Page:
never abused any drugs besides marijuana. Judge Henry did not believe this statement because
she found that the medical evidence indicated that he had a history of methamphetamine abuse.
The court finds that the medical record does not necessarily indicate a history of abuse, but the
record does contain evidence that Mr. Dustin was arrested for possession of marijuana and
methamphetamine. Given that Mr. Dustin failed to explain how he came to be arrested with
methamphetamine if he was not using it, it was reasonable for Judge Henry to question the
accuracy of Mr. Dustin’s testimony that he had never abused any drugs besides marijuana.
Fourth, Judge Henry found that Mr. Dustin’s statement that he played online computer
games for eighteen hours a day called into question his testimony that he had a great deal of
difficulty maintaining concentration and attention for extended periods of time. While Judge
Henry did not make any inquiries into the type of games that Mr. Dustin played or how much
attention they required, it was reasonable for her to find that a person must be able to maintain
some concentration and attention to do any activity for such an extended period of time.
Fifth, Judge Henry noted that Mr. Dustin was once convicted of forgery, a crime
involving dishonesty. Because the charge was from twenty years ago, the court finds that this
evidence provides little support for Judge Henry’s finding that Mr. Dustin’s testimony was not
Sixth, Mr. Dustin testified that he experiences suicidal thoughts on a daily basis, but
Judge Henry noted that the medical evidence does not demonstrate that he reported these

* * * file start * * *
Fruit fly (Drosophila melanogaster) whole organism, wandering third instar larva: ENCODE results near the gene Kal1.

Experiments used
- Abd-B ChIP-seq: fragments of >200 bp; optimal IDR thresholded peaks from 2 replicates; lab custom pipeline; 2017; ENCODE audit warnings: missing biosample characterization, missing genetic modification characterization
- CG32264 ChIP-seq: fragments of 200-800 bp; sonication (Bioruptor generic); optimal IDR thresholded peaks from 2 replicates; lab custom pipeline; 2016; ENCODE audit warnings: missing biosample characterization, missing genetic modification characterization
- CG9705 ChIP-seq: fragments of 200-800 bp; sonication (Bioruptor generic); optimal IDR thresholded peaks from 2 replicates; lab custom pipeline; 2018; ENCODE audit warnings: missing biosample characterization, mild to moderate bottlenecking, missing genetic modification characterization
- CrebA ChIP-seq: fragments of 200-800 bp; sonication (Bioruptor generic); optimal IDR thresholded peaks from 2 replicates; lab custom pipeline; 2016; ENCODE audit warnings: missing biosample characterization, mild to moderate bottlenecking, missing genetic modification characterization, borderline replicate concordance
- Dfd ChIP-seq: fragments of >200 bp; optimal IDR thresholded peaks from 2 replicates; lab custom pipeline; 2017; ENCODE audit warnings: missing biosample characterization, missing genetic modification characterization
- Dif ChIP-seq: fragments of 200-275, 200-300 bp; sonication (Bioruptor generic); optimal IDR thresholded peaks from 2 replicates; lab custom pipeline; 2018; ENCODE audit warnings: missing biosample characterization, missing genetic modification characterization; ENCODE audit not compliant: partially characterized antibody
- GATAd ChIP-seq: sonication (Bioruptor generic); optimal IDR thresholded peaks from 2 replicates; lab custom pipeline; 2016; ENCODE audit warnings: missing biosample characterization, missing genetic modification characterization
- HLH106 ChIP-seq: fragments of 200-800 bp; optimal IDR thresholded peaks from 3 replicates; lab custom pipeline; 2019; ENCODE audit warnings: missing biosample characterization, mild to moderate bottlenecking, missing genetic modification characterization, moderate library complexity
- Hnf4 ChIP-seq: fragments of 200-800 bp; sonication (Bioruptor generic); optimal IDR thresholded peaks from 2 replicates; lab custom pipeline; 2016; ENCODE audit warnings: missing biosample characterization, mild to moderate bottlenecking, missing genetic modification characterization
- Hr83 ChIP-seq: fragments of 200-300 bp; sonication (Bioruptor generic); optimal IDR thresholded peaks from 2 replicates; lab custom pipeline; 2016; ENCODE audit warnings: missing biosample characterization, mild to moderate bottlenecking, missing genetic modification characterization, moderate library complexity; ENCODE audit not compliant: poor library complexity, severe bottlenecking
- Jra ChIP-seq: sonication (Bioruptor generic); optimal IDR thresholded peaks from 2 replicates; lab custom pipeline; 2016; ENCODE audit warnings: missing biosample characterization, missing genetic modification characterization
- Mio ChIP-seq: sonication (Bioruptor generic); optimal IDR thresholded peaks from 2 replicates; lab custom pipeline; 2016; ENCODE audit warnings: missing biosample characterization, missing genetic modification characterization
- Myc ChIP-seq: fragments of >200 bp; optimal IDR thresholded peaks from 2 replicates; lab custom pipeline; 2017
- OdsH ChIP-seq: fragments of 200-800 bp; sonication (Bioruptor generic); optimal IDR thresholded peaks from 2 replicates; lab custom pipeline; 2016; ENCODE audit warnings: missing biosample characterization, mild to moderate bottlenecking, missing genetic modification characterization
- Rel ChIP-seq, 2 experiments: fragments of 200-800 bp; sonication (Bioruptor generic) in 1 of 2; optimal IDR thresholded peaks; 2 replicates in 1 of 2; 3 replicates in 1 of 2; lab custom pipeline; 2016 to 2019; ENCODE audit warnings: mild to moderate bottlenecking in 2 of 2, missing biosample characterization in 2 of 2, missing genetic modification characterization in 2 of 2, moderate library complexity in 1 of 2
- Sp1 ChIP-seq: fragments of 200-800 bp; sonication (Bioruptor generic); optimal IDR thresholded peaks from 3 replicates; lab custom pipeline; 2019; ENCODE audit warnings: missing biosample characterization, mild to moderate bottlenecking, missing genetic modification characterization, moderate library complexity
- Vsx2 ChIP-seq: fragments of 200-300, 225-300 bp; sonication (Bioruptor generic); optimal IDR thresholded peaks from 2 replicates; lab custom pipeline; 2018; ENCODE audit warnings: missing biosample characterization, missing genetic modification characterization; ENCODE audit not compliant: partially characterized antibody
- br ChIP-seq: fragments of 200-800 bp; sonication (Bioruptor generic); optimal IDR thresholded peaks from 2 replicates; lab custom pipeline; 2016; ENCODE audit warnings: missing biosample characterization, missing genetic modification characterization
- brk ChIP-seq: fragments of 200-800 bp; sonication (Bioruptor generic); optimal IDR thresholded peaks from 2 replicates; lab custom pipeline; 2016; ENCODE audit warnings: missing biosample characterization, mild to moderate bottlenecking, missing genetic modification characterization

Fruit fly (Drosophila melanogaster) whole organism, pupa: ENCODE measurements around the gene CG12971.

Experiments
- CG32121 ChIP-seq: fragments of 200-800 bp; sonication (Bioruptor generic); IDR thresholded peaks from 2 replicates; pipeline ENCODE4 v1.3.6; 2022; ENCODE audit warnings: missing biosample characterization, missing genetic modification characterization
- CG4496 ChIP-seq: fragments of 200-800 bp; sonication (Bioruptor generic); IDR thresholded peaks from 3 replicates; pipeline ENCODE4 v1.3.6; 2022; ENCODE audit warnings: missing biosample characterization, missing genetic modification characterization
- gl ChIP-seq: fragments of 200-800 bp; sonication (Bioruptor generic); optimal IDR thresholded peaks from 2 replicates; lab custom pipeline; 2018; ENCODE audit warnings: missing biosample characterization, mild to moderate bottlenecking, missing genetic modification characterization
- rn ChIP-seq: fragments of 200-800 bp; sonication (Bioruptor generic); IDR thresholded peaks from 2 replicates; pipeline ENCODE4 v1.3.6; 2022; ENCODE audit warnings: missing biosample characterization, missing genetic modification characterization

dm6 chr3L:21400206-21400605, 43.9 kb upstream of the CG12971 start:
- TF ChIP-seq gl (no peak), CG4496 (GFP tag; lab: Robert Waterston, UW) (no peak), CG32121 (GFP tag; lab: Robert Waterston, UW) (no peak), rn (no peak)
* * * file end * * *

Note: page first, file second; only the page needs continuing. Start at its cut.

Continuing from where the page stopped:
thoughts to his mental health providers. The court agrees that Mr. Dustin did not mention
suicidal thoughts on a daily basis during his follow-up appointments and finds that it was
reasonable for Judge Henry to conclude that Mr. Dustin may have overestimated the frequency of
these thoughts in his testimony.
Seventh, Judge Henry found that Mr. Dustin’s assessment of his limitations was
questionable given a statement he made to Dr. Rindflesh. Mr. Dustin told Dr. Rindflesh that he
wanted to obtain disability benefits so that he could go to school and fine tune his computer
skills. While these goals are laudable, the court agrees that disability benefits are not appropriate
for someone who plans to return to school. It was reasonable for Judge Henry to find that Mr.
Dustin’s statement cast doubt on his assertion that he was disabled.
Finally, Judge Henry found that Mr. Dustin’s activities of daily living were inconsistent
with his allegation of total disability. Mr. Dustin testified that he performed all of the household
chores except for laundry and that he cooks and helps with the grocery shopping. The court
agrees that these tasks, which require some memory and concentration, call into question Mr.
Dustin’s assertion that he has such extreme limitations that he is totally disabled.
Looking at the totality of evidence in the record, the court finds that there is substantial
evidence to support Judge Henry’s decision to discredit Mr. Dustin’s testimony to the extent that
his statements about his symptoms were inconsistent with Judge Henry’s assessment of his
residual functional capacity. The court does not agree with every reason that Judge Henry gave
to support her decision. But there is substantial evidence in the record to support the most
important observations on which Judge Henry’s decision relies, such as the inconsistent medical
evidence and Mr. Dustin’s own statements about his daily activities and his desire to go back to
school. The court therefore finds that Judge Henry adequately supported her decision to discredit
Mr. Dustin’s subjective testimony.
For the reasons stated above, the court finds that Judge Henry’s decision is supported by
substantial evidence. Her ruling is therefore AFFIRMED.
DATED this 10th day of October, 2013.
BY THE COURT:
ROBERT J. SHELBY
United States District Judge
Disclaimer: Justia Dockets & Filings provides public litigation records from the federal appellate and district courts. These filings and docket sheets should not be considered findings of fact or liability, nor do they necessarily reflect the view of Justia.
Why Is My Information Online?